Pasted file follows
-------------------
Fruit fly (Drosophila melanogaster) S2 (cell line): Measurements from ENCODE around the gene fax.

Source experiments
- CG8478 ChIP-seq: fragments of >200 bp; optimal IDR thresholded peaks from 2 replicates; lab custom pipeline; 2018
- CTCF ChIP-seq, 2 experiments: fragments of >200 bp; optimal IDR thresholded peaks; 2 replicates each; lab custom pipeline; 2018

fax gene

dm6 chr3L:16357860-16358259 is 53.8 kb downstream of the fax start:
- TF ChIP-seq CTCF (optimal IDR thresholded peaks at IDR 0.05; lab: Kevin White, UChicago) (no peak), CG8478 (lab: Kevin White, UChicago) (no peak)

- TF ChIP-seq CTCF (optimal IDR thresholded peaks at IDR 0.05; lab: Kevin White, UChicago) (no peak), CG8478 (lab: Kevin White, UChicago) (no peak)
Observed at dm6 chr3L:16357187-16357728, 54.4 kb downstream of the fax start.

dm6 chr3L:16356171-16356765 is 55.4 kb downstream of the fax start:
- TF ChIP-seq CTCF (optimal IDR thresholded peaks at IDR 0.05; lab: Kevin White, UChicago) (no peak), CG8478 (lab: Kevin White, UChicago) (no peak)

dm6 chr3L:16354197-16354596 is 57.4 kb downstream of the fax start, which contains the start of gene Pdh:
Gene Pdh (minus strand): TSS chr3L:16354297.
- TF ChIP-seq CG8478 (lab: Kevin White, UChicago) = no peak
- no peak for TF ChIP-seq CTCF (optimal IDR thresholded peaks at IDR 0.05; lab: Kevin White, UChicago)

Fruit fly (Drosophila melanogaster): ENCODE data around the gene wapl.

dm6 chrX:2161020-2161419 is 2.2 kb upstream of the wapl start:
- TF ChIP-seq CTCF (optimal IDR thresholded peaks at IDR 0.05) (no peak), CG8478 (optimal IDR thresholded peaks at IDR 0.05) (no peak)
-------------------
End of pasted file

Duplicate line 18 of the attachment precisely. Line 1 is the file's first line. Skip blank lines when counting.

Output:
- TF ChIP-seq CTCF (optimal IDR thresholded peaks at IDR 0.05) (no peak), CG8478 (optimal IDR thresholded peaks at IDR 0.05) (no peak)